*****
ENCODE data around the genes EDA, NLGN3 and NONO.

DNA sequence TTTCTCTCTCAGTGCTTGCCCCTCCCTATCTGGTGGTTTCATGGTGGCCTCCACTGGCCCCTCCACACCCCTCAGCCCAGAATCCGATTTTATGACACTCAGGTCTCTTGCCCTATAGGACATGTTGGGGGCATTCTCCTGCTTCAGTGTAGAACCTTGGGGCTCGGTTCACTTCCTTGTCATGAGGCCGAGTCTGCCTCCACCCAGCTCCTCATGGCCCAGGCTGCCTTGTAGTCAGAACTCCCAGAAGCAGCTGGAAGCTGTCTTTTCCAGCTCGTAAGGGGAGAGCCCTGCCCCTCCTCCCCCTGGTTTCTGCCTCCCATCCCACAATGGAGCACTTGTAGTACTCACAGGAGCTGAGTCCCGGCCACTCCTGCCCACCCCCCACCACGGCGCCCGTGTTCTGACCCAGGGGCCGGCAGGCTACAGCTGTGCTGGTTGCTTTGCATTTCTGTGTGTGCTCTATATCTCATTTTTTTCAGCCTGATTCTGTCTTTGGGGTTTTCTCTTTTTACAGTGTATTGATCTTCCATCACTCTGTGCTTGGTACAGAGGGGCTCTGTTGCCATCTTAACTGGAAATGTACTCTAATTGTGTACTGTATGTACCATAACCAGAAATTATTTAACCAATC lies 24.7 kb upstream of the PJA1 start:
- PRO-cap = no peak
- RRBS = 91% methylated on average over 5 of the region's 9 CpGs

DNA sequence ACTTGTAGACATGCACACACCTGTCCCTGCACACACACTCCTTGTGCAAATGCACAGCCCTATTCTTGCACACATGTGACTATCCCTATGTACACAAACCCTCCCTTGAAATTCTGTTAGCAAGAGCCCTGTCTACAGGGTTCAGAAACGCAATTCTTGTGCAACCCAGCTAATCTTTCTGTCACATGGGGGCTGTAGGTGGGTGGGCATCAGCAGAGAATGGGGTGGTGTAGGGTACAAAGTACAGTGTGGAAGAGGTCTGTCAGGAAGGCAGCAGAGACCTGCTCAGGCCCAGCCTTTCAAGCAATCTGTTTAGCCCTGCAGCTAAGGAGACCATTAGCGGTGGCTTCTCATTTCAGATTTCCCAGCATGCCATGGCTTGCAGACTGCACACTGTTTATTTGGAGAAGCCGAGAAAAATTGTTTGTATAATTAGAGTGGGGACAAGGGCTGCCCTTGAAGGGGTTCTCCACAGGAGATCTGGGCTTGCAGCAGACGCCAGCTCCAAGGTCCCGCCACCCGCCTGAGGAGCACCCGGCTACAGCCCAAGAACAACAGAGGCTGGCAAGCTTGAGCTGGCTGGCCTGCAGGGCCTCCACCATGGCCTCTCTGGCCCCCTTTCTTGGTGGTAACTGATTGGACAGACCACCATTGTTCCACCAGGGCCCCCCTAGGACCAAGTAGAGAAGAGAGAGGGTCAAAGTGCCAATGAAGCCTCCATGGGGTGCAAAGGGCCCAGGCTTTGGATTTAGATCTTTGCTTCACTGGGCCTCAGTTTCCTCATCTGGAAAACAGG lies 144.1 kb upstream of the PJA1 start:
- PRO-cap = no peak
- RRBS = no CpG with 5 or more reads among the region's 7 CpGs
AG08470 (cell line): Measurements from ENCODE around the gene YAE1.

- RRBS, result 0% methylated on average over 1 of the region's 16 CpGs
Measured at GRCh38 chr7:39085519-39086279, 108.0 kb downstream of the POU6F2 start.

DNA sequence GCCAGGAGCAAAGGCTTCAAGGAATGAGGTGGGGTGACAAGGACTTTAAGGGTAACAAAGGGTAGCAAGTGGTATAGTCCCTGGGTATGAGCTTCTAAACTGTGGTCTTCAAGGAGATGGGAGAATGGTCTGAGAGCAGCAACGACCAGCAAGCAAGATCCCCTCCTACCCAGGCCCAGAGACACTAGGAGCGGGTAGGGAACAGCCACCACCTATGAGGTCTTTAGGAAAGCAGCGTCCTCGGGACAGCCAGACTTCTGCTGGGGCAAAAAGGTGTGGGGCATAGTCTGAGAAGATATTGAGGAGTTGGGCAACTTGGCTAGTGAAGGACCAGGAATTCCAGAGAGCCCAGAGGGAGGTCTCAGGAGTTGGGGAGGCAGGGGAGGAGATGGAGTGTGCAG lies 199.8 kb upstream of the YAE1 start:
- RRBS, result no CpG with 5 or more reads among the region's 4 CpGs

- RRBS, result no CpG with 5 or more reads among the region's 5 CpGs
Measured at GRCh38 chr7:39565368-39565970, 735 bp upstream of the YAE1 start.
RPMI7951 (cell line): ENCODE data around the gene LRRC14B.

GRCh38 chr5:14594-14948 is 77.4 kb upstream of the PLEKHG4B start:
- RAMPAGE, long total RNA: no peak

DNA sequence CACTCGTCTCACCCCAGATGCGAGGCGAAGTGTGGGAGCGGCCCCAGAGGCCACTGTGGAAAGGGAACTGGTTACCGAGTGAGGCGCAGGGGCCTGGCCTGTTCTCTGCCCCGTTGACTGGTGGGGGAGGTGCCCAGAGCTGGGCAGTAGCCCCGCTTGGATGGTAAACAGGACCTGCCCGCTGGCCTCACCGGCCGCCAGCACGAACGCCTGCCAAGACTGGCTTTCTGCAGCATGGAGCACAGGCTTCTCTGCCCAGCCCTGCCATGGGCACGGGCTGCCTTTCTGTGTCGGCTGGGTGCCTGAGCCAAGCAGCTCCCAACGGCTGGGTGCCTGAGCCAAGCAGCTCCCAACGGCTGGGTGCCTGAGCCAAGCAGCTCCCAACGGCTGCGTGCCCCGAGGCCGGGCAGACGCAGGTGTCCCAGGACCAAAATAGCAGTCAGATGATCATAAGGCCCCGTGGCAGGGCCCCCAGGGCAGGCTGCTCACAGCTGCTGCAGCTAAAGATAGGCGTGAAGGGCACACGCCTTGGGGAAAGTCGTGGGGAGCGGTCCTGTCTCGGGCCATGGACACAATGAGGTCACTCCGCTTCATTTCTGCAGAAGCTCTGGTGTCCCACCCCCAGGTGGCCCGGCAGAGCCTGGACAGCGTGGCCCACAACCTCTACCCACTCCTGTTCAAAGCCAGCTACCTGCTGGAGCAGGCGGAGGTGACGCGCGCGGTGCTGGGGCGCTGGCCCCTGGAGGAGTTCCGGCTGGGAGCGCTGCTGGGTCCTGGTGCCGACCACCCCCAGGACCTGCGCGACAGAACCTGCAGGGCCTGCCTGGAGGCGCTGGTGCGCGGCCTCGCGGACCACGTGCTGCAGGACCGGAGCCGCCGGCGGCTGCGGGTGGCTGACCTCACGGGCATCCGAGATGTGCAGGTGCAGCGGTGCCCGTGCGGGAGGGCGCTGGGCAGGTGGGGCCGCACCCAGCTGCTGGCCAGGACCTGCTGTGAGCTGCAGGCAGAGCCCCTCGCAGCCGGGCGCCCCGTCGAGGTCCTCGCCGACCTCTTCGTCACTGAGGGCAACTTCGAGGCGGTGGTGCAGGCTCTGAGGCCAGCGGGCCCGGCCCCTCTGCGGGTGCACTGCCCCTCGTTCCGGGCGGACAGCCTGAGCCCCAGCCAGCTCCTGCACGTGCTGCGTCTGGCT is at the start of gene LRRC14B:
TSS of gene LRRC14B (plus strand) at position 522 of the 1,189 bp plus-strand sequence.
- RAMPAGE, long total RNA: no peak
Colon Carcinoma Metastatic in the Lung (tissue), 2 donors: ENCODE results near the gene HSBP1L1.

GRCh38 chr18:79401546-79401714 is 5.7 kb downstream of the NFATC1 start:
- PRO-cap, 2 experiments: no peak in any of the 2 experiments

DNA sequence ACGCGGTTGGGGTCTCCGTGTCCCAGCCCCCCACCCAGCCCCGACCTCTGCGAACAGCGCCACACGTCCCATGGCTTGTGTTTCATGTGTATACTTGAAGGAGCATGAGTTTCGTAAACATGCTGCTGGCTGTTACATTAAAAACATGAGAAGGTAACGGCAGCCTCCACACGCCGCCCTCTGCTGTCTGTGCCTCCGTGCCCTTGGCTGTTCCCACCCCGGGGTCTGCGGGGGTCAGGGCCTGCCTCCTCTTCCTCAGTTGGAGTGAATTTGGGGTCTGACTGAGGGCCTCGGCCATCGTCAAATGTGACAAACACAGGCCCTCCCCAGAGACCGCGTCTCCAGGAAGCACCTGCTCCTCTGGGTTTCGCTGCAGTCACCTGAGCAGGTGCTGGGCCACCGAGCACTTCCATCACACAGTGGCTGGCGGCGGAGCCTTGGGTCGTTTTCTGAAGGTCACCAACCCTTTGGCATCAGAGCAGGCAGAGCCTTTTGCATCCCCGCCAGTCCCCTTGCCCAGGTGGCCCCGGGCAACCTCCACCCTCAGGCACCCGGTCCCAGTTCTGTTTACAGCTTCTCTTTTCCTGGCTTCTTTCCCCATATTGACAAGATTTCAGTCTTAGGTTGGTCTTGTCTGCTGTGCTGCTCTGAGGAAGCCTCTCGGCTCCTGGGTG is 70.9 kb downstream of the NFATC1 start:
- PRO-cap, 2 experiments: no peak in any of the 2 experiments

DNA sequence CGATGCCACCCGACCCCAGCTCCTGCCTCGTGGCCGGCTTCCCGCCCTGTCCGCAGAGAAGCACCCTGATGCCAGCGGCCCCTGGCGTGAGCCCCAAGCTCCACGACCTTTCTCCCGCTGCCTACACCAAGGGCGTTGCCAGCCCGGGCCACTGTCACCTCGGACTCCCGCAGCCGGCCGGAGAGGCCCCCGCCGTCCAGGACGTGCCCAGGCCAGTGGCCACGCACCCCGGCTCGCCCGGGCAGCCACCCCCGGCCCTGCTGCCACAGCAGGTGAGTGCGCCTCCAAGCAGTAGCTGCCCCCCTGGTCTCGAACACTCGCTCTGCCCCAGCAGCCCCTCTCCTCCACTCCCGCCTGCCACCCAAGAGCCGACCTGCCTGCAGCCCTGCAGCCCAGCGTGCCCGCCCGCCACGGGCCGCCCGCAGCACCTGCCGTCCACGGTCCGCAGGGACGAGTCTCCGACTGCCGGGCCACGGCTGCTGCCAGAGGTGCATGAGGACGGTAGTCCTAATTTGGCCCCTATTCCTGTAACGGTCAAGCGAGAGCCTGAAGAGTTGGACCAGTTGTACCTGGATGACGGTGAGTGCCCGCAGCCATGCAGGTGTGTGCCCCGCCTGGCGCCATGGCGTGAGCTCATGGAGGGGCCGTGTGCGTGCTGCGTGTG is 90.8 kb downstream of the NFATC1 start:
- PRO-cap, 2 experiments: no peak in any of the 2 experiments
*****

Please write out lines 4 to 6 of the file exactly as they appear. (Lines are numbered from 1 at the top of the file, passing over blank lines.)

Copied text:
- RRBS = 91% methylated on average over 5 of the region's 9 CpGs

DNA sequence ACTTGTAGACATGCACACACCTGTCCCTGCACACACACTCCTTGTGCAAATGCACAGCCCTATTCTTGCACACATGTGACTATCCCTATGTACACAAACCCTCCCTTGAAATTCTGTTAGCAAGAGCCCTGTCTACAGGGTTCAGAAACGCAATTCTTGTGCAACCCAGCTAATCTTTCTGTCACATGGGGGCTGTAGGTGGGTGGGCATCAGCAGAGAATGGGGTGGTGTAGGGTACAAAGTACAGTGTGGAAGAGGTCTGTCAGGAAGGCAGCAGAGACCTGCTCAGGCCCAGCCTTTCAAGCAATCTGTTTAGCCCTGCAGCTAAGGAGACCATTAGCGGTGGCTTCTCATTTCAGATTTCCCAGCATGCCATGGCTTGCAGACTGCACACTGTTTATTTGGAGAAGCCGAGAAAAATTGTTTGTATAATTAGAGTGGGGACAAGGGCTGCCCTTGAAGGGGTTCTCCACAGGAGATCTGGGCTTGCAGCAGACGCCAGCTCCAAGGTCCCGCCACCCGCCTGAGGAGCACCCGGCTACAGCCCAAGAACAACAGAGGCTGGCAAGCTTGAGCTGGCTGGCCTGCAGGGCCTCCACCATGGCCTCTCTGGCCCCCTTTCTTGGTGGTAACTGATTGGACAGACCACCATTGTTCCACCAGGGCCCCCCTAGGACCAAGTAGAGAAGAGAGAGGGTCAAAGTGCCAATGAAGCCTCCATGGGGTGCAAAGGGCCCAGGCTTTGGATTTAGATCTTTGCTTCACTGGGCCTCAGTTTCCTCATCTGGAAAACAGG lies 144.1 kb upstream of the PJA1 start:
- PRO-cap = no peak